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Zubulake v. UBS Warburg LLC

United States District Court for the Southern District of New York

July 20, 2004, Decided ; July 20, 2004, Filed

02 Civ. 1243 (SAS)




Commenting on the importance of speaking clearly and listening closely, Phillip Roth memorably quipped, "The English language is a form of communication! … Words aren't only bombs and bullets -- no, they're little gifts, containing meanings!" 1 What is true in love is equally true at law: Lawyers and their clients need to communicate clearly and effectively with one another to ensure that litigation proceeds efficiently. When communication between counsel and client breaks down, conversation becomes "just crossfire," 2 and there are usually casualties.


This is the fifth [**2]  written opinion in this case, a relatively routine employment discrimination dispute in which discovery has now lasted over two years. Laura Zubulake is once again moving to sanction UBS for its failure to produce relevant information and for its tardy production of such material. In order to decide whether sanctions are warranted, the following question must be answered: Did UBS fail to preserve and timely produce relevant information and, if so, did it act negligently, recklessly, or willfully?

This decision addresses counsel's obligation to ensure that relevant information is preserved by giving clear instructions to the client to preserve such information and, perhaps more importantly, a client's obligation to heed those instructions. Early on in this litigation, UBS's counsel -- both in-house and outside -- instructed UBS personnel to retain relevant electronic information. Notwithstanding these instructions, certain UBS employees deleted relevant emails. Other employees never produced relevant information to counsel. As a result, many discoverable e-mails were not produced to Zubulake until recently, even though they were responsive to a document request propounded on June 3, 2002. 3 [**3]  In addition, a number of e-mails responsive to that document request were deleted and have been lost altogether.

Counsel, in turn, failed to request retained information from one key employee and to give the litigation hold instructions to another. They also failed to adequately communicate with another employee about how she maintained her computer files. Counsel also failed to safeguard backup tapes that might have contained some of the deleted e-mails, and which would have mitigated the damage done by UBS's destruction of those e-mails.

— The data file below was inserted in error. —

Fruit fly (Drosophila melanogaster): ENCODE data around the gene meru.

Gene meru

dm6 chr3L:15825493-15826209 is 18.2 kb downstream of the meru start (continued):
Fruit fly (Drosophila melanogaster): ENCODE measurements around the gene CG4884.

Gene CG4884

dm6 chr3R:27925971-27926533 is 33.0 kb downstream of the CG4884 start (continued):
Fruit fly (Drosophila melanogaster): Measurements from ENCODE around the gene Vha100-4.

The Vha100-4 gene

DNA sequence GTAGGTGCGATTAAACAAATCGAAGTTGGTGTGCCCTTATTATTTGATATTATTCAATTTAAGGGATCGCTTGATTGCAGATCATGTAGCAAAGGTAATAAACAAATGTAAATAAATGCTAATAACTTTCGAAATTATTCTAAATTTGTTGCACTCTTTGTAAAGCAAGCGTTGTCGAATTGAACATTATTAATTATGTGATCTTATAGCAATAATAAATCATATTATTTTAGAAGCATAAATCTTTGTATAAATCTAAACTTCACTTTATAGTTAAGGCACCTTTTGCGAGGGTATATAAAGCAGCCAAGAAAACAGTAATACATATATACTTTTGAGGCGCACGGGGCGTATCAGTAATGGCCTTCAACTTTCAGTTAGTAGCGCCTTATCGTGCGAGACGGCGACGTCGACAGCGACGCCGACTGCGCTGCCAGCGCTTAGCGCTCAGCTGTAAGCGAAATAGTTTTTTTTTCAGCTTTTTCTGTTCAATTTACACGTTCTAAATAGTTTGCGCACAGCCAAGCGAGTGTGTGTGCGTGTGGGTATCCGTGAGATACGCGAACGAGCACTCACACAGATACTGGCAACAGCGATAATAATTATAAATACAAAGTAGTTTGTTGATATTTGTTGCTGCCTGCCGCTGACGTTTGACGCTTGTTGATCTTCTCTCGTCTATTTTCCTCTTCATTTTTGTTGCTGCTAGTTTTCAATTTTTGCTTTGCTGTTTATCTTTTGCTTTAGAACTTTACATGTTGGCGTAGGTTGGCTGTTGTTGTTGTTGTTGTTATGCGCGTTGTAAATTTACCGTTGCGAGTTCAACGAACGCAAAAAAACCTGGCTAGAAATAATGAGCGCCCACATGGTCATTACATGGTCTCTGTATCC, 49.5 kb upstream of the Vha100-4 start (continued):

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229 F.R.D. 422 *; 2004 U.S. Dist. LEXIS 13574 **; 94 Fair Empl. Prac. Cas. (BNA) 1; 85 Empl. Prac. Dec. (CCH) P41,728

LAURA ZUBULAKE, Plaintiff, - against - UBS WARBURG LLC, UBS WARBURG, and UBS AG, Defendants.

Subsequent History: Motion denied by Zubulake v. UBS Warburg LLC, 2005 U.S. Dist. LEXIS 1525 (S.D.N.Y., Feb. 2, 2005)

Prior History: Zubulake v. UBS Warburg LLC, 220 F.R.D. 212, 2003 U.S. Dist. LEXIS 18771 (S.D.N.Y., 2003)

Disposition: Plaintiff's motion for sanctions allowed.


e-mails, tapes, backup, deleted, employees, relevant information, restored, instructions, preservation, deposition, discovery, files, personnel, recovered, communicate, sanctions, electronic, players, spoliation, documents, outside counsel, re-deposition, conversation, duty to preserve, destruction, destroyed, retention, copies, stored, information technology

Civil Procedure, Judicial Officers, Judges, Discretionary Powers, Discovery & Disclosure, Discovery, Misconduct During Discovery, Evidence, Inferences & Presumptions, Inferences, Relevance, Preservation of Relevant Evidence, Spoliation, Relevant Evidence, Attorneys, Preservation of Relevant Evidence, Disclosure, Mandatory Disclosures, General Overview, Attorneys, Methods of Discovery, Interrogatories, Inspection & Production Requests, Sanctions